Transcript for Wrestling with Uncertainty, segment 07 of 16
Several million years from now this black muck may well become a source for oil and gas. As the basin continues to subside in the sands of the barrier bar that protect this lagoon, just slowly across it a new layer will be formed, and over millions of years other layers will be added, burying this muck deeper in the crust.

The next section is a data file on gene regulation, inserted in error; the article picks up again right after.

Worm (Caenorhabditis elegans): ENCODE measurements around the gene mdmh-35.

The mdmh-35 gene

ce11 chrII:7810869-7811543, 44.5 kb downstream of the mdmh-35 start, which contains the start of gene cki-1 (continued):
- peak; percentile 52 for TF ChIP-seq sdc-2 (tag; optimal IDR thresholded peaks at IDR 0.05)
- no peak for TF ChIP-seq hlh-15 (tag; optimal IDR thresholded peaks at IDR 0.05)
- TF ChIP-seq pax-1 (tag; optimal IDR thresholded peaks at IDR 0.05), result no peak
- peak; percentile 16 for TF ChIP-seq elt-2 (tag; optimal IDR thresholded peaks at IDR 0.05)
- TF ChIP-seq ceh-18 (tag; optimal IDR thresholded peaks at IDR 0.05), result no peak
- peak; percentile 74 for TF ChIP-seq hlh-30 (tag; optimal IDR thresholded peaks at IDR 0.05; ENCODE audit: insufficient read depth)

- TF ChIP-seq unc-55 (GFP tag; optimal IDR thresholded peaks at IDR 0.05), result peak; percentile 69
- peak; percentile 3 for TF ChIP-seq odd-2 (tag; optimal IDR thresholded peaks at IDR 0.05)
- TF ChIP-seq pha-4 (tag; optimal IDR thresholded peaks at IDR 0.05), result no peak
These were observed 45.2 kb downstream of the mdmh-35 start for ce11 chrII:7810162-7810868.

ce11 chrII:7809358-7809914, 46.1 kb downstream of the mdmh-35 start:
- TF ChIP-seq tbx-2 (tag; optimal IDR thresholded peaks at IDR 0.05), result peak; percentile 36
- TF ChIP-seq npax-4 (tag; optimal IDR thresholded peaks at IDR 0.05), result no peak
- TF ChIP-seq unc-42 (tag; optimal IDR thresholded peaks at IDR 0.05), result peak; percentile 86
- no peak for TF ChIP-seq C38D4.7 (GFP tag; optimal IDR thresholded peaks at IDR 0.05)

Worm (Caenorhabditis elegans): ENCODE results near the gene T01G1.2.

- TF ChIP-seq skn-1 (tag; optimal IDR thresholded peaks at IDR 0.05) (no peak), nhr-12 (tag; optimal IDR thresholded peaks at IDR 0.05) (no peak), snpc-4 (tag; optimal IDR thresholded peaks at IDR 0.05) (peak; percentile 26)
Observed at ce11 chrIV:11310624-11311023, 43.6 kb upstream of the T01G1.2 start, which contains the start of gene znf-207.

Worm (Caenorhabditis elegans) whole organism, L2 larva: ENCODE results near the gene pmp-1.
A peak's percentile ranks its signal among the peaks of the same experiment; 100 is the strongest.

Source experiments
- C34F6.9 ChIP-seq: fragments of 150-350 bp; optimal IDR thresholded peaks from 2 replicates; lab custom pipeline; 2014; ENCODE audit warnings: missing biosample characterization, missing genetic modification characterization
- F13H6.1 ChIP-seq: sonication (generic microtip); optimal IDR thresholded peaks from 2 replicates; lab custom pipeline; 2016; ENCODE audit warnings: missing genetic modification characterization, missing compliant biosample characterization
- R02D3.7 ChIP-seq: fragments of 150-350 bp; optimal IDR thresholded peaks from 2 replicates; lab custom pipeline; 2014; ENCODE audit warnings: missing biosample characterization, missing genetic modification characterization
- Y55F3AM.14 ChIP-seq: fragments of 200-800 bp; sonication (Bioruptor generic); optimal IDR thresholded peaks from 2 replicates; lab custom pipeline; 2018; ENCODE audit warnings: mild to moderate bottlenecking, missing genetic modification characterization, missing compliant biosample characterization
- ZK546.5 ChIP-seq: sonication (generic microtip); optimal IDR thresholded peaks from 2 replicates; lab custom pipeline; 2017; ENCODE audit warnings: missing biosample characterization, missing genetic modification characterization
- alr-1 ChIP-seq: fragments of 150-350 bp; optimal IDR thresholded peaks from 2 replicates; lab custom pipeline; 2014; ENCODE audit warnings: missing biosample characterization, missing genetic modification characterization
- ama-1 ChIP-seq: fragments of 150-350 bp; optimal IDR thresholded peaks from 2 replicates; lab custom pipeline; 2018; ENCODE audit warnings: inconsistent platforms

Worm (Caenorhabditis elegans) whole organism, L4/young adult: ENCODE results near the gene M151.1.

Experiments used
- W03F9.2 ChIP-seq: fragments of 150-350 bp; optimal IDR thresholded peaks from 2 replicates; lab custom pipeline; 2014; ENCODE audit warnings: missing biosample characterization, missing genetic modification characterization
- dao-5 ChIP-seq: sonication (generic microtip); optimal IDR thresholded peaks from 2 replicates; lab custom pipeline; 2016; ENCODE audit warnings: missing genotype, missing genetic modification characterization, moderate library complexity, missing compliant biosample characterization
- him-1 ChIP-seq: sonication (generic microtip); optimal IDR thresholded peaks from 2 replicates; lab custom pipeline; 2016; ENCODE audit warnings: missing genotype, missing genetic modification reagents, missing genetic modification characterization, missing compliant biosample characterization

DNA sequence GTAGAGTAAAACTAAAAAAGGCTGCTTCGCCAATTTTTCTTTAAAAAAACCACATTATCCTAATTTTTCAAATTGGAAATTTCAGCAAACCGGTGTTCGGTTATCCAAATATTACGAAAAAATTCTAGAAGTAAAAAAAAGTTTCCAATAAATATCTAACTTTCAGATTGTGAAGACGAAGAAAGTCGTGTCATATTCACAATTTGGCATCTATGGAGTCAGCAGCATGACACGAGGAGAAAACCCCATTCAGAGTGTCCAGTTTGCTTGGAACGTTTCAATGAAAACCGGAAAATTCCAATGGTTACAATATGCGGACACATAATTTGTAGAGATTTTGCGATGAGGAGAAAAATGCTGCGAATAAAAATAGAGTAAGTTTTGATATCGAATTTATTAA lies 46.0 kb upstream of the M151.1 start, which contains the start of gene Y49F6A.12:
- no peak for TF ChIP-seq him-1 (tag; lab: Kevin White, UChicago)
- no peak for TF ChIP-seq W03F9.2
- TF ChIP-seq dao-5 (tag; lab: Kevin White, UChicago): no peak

As mud like this is buried, natural gas begins to form near the surface from the action of bacteria. As the sediment is buried farther, temperature rises, and the organic material begins to cook. In geological terms, it matures. Oil begins to form at about seventy-five degrees Centigrade and thermally-derived natural gas at about one hundred fifty. Pushed by pressure and buoyancy, the oil and gas migrate slowly through the earth. Most is lost to the surface, but the remainder - only one or two percent of all the petroleum that's generated - gets trapped in porous reservoirs by layers of impermeable rock. In some petroleum provinces converging crustal plates have folded and broken the rocks. In places such as the Rocky Mountains, California, and Alaska, this deformation tests our ability to locate oil and gas.